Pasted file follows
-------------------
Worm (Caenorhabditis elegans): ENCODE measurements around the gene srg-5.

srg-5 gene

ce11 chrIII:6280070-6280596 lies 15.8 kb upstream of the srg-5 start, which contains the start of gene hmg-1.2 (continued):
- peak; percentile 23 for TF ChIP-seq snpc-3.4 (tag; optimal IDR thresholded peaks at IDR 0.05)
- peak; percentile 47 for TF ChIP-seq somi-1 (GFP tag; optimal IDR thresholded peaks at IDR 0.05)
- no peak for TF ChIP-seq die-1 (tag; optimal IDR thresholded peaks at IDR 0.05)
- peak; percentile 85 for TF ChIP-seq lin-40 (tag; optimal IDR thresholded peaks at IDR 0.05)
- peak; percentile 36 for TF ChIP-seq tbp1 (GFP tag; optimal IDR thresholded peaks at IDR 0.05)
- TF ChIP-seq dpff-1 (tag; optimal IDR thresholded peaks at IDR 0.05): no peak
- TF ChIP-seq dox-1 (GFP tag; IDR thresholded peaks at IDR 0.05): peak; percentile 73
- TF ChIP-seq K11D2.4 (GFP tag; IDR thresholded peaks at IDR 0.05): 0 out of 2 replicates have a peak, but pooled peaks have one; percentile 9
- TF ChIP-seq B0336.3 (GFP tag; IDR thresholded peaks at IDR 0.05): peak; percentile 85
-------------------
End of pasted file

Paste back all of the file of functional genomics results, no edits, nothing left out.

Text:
Worm (Caenorhabditis elegans): ENCODE measurements around the gene srg-5.

srg-5 gene

ce11 chrIII:6280070-6280596 lies 15.8 kb upstream of the srg-5 start, which contains the start of gene hmg-1.2 (continued):
- peak; percentile 23 for TF ChIP-seq snpc-3.4 (tag; optimal IDR thresholded peaks at IDR 0.05)
- peak; percentile 47 for TF ChIP-seq somi-1 (GFP tag; optimal IDR thresholded peaks at IDR 0.05)
- no peak for TF ChIP-seq die-1 (tag; optimal IDR thresholded peaks at IDR 0.05)
- peak; percentile 85 for TF ChIP-seq lin-40 (tag; optimal IDR thresholded peaks at IDR 0.05)
- peak; percentile 36 for TF ChIP-seq tbp1 (GFP tag; optimal IDR thresholded peaks at IDR 0.05)
- TF ChIP-seq dpff-1 (tag; optimal IDR thresholded peaks at IDR 0.05): no peak
- TF ChIP-seq dox-1 (GFP tag; IDR thresholded peaks at IDR 0.05): peak; percentile 73
- TF ChIP-seq K11D2.4 (GFP tag; IDR thresholded peaks at IDR 0.05): 0 out of 2 replicates have a peak, but pooled peaks have one; percentile 9
- TF ChIP-seq B0336.3 (GFP tag; IDR thresholded peaks at IDR 0.05): peak; percentile 85